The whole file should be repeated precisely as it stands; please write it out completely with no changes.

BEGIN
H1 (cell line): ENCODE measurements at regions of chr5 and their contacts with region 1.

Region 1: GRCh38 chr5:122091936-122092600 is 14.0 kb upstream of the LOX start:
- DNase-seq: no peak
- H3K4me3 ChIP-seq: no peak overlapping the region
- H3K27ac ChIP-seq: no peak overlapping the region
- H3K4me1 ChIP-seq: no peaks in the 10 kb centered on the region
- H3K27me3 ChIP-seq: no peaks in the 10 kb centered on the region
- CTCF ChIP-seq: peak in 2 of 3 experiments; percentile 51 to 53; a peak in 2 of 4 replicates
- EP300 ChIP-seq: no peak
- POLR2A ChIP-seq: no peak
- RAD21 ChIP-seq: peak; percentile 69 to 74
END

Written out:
H1 (cell line): ENCODE measurements at regions of chr5 and their contacts with region 1.

Region 1: GRCh38 chr5:122091936-122092600 is 14.0 kb upstream of the LOX start:
- DNase-seq: no peak
- H3K4me3 ChIP-seq: no peak overlapping the region
- H3K27ac ChIP-seq: no peak overlapping the region
- H3K4me1 ChIP-seq: no peaks in the 10 kb centered on the region
- H3K27me3 ChIP-seq: no peaks in the 10 kb centered on the region
- CTCF ChIP-seq: peak in 2 of 3 experiments; percentile 51 to 53; a peak in 2 of 4 replicates
- EP300 ChIP-seq: no peak
- POLR2A ChIP-seq: no peak
- RAD21 ChIP-seq: peak; percentile 69 to 74